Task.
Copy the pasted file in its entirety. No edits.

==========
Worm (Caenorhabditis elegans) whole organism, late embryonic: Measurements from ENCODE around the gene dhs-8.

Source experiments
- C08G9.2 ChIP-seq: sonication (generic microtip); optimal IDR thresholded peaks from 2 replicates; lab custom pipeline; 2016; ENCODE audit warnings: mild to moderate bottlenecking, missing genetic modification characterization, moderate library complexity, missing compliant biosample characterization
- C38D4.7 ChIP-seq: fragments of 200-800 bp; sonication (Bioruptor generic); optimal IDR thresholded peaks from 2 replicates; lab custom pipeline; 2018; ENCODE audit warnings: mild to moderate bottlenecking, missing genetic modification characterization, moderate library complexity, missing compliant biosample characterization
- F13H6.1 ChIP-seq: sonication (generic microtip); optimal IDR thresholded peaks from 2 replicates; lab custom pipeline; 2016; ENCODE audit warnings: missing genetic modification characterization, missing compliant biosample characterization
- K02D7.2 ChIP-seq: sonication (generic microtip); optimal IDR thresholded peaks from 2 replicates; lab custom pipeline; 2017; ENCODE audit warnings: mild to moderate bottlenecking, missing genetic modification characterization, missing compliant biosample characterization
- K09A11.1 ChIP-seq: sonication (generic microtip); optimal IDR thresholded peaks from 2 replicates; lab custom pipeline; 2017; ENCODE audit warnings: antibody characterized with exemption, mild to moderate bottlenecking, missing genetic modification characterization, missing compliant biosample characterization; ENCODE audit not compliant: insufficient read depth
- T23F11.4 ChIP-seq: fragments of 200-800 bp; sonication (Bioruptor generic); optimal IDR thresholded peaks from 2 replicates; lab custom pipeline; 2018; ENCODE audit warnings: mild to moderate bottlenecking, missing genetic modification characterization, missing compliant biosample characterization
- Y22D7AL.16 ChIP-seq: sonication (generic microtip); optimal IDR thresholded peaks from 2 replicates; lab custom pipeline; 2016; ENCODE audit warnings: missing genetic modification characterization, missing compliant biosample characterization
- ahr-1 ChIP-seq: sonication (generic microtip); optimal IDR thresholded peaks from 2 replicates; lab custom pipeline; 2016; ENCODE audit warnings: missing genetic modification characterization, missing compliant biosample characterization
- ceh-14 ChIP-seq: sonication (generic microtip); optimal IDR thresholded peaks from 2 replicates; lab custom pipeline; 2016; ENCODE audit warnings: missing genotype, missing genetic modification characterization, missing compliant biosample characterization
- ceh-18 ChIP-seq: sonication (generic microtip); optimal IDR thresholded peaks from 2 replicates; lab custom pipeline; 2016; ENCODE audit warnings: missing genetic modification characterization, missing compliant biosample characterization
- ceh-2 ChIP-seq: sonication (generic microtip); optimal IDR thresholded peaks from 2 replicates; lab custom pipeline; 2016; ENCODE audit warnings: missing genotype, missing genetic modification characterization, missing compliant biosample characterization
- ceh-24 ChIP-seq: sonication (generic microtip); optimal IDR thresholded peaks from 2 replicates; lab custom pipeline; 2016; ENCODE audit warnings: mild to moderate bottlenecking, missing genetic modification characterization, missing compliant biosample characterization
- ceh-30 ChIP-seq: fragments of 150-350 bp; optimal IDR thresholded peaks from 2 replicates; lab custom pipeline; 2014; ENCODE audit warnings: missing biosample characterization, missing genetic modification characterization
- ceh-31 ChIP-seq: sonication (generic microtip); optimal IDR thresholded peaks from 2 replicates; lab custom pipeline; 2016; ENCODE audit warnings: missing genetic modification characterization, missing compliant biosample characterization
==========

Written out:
Worm (Caenorhabditis elegans) whole organism, late embryonic: Measurements from ENCODE around the gene dhs-8.

Source experiments
- C08G9.2 ChIP-seq: sonication (generic microtip); optimal IDR thresholded peaks from 2 replicates; lab custom pipeline; 2016; ENCODE audit warnings: mild to moderate bottlenecking, missing genetic modification characterization, moderate library complexity, missing compliant biosample characterization
- C38D4.7 ChIP-seq: fragments of 200-800 bp; sonication (Bioruptor generic); optimal IDR thresholded peaks from 2 replicates; lab custom pipeline; 2018; ENCODE audit warnings: mild to moderate bottlenecking, missing genetic modification characterization, moderate library complexity, missing compliant biosample characterization
- F13H6.1 ChIP-seq: sonication (generic microtip); optimal IDR thresholded peaks from 2 replicates; lab custom pipeline; 2016; ENCODE audit warnings: missing genetic modification characterization, missing compliant biosample characterization
- K02D7.2 ChIP-seq: sonication (generic microtip); optimal IDR thresholded peaks from 2 replicates; lab custom pipeline; 2017; ENCODE audit warnings: mild to moderate bottlenecking, missing genetic modification characterization, missing compliant biosample characterization
- K09A11.1 ChIP-seq: sonication (generic microtip); optimal IDR thresholded peaks from 2 replicates; lab custom pipeline; 2017; ENCODE audit warnings: antibody characterized with exemption, mild to moderate bottlenecking, missing genetic modification characterization, missing compliant biosample characterization; ENCODE audit not compliant: insufficient read depth
- T23F11.4 ChIP-seq: fragments of 200-800 bp; sonication (Bioruptor generic); optimal IDR thresholded peaks from 2 replicates; lab custom pipeline; 2018; ENCODE audit warnings: mild to moderate bottlenecking, missing genetic modification characterization, missing compliant biosample characterization
- Y22D7AL.16 ChIP-seq: sonication (generic microtip); optimal IDR thresholded peaks from 2 replicates; lab custom pipeline; 2016; ENCODE audit warnings: missing genetic modification characterization, missing compliant biosample characterization
- ahr-1 ChIP-seq: sonication (generic microtip); optimal IDR thresholded peaks from 2 replicates; lab custom pipeline; 2016; ENCODE audit warnings: missing genetic modification characterization, missing compliant biosample characterization
- ceh-14 ChIP-seq: sonication (generic microtip); optimal IDR thresholded peaks from 2 replicates; lab custom pipeline; 2016; ENCODE audit warnings: missing genotype, missing genetic modification characterization, missing compliant biosample characterization
- ceh-18 ChIP-seq: sonication (generic microtip); optimal IDR thresholded peaks from 2 replicates; lab custom pipeline; 2016; ENCODE audit warnings: missing genetic modification characterization, missing compliant biosample characterization
- ceh-2 ChIP-seq: sonication (generic microtip); optimal IDR thresholded peaks from 2 replicates; lab custom pipeline; 2016; ENCODE audit warnings: missing genotype, missing genetic modification characterization, missing compliant biosample characterization
- ceh-24 ChIP-seq: sonication (generic microtip); optimal IDR thresholded peaks from 2 replicates; lab custom pipeline; 2016; ENCODE audit warnings: mild to moderate bottlenecking, missing genetic modification characterization, missing compliant biosample characterization
- ceh-30 ChIP-seq: fragments of 150-350 bp; optimal IDR thresholded peaks from 2 replicates; lab custom pipeline; 2014; ENCODE audit warnings: missing biosample characterization, missing genetic modification characterization
- ceh-31 ChIP-seq: sonication (generic microtip); optimal IDR thresholded peaks from 2 replicates; lab custom pipeline; 2016; ENCODE audit warnings: missing genetic modification characterization, missing compliant biosample characterization